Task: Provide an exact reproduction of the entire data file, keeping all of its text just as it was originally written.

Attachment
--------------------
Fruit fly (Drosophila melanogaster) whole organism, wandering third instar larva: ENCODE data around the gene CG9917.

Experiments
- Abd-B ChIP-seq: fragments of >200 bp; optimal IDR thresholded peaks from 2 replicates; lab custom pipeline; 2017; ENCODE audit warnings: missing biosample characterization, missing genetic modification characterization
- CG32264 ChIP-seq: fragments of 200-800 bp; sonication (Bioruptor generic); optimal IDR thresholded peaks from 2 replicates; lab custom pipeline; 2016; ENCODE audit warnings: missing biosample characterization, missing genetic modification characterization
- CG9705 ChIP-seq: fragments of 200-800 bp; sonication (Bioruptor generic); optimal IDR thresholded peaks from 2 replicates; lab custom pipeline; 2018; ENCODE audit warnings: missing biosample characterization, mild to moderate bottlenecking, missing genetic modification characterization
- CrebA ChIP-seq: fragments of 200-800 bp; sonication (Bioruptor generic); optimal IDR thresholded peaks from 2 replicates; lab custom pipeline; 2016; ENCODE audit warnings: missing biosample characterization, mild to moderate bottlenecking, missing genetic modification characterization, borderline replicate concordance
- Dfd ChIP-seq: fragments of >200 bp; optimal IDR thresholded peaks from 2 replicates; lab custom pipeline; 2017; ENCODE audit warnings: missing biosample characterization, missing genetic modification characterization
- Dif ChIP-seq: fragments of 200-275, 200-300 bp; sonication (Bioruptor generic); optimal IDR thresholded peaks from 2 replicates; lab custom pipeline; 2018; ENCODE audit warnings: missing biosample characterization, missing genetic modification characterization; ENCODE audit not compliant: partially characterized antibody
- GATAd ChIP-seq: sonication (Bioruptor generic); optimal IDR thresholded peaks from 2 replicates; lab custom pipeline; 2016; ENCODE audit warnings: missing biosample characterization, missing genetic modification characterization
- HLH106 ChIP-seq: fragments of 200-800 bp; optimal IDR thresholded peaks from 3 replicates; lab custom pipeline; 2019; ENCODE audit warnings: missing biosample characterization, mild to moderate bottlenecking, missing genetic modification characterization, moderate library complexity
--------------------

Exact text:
Fruit fly (Drosophila melanogaster) whole organism, wandering third instar larva: ENCODE data around the gene CG9917.

Experiments
- Abd-B ChIP-seq: fragments of >200 bp; optimal IDR thresholded peaks from 2 replicates; lab custom pipeline; 2017; ENCODE audit warnings: missing biosample characterization, missing genetic modification characterization
- CG32264 ChIP-seq: fragments of 200-800 bp; sonication (Bioruptor generic); optimal IDR thresholded peaks from 2 replicates; lab custom pipeline; 2016; ENCODE audit warnings: missing biosample characterization, missing genetic modification characterization
- CG9705 ChIP-seq: fragments of 200-800 bp; sonication (Bioruptor generic); optimal IDR thresholded peaks from 2 replicates; lab custom pipeline; 2018; ENCODE audit warnings: missing biosample characterization, mild to moderate bottlenecking, missing genetic modification characterization
- CrebA ChIP-seq: fragments of 200-800 bp; sonication (Bioruptor generic); optimal IDR thresholded peaks from 2 replicates; lab custom pipeline; 2016; ENCODE audit warnings: missing biosample characterization, mild to moderate bottlenecking, missing genetic modification characterization, borderline replicate concordance
- Dfd ChIP-seq: fragments of >200 bp; optimal IDR thresholded peaks from 2 replicates; lab custom pipeline; 2017; ENCODE audit warnings: missing biosample characterization, missing genetic modification characterization
- Dif ChIP-seq: fragments of 200-275, 200-300 bp; sonication (Bioruptor generic); optimal IDR thresholded peaks from 2 replicates; lab custom pipeline; 2018; ENCODE audit warnings: missing biosample characterization, missing genetic modification characterization; ENCODE audit not compliant: partially characterized antibody
- GATAd ChIP-seq: sonication (Bioruptor generic); optimal IDR thresholded peaks from 2 replicates; lab custom pipeline; 2016; ENCODE audit warnings: missing biosample characterization, missing genetic modification characterization
- HLH106 ChIP-seq: fragments of 200-800 bp; optimal IDR thresholded peaks from 3 replicates; lab custom pipeline; 2019; ENCODE audit warnings: missing biosample characterization, mild to moderate bottlenecking, missing genetic modification characterization, moderate library complexity